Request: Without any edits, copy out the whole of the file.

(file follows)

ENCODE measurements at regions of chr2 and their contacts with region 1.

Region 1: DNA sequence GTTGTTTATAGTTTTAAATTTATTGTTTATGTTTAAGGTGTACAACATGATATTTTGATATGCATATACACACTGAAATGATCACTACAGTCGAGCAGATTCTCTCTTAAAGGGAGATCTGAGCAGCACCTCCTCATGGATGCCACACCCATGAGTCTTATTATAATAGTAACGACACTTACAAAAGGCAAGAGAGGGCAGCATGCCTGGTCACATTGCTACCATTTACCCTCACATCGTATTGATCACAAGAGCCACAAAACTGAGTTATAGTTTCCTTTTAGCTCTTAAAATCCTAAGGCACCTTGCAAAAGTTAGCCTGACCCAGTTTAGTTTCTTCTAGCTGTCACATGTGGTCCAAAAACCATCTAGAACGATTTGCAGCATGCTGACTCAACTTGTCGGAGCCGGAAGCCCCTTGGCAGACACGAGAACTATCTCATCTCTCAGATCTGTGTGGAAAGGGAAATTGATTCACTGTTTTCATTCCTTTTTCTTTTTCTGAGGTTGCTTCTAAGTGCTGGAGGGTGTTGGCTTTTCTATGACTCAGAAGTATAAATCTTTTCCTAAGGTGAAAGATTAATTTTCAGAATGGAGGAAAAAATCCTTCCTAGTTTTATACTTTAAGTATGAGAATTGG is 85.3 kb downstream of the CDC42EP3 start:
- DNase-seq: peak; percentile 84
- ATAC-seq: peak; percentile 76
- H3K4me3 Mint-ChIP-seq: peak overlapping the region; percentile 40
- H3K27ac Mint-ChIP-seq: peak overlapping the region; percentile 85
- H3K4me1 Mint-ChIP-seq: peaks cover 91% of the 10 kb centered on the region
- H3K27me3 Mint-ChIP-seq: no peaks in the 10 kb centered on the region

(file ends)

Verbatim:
ENCODE measurements at regions of chr2 and their contacts with region 1.

Region 1: DNA sequence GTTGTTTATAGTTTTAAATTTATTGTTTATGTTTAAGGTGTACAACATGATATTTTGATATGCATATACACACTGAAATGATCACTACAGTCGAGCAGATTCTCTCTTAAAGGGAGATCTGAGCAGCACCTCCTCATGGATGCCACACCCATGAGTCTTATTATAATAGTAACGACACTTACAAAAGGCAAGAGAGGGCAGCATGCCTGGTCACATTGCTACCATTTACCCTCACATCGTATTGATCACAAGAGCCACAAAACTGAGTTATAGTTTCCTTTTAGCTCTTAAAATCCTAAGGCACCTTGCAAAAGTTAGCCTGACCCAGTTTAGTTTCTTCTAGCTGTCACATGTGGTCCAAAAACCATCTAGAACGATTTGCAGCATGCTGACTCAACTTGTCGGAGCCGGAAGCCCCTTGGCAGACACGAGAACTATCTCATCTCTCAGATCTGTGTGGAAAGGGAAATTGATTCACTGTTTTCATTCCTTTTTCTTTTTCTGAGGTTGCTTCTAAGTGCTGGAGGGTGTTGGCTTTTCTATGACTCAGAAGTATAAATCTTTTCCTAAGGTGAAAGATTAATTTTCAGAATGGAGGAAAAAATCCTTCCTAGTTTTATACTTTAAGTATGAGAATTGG is 85.3 kb downstream of the CDC42EP3 start:
- DNase-seq: peak; percentile 84
- ATAC-seq: peak; percentile 76
- H3K4me3 Mint-ChIP-seq: peak overlapping the region; percentile 40
- H3K27ac Mint-ChIP-seq: peak overlapping the region; percentile 85
- H3K4me1 Mint-ChIP-seq: peaks cover 91% of the 10 kb centered on the region
- H3K27me3 Mint-ChIP-seq: no peaks in the 10 kb centered on the region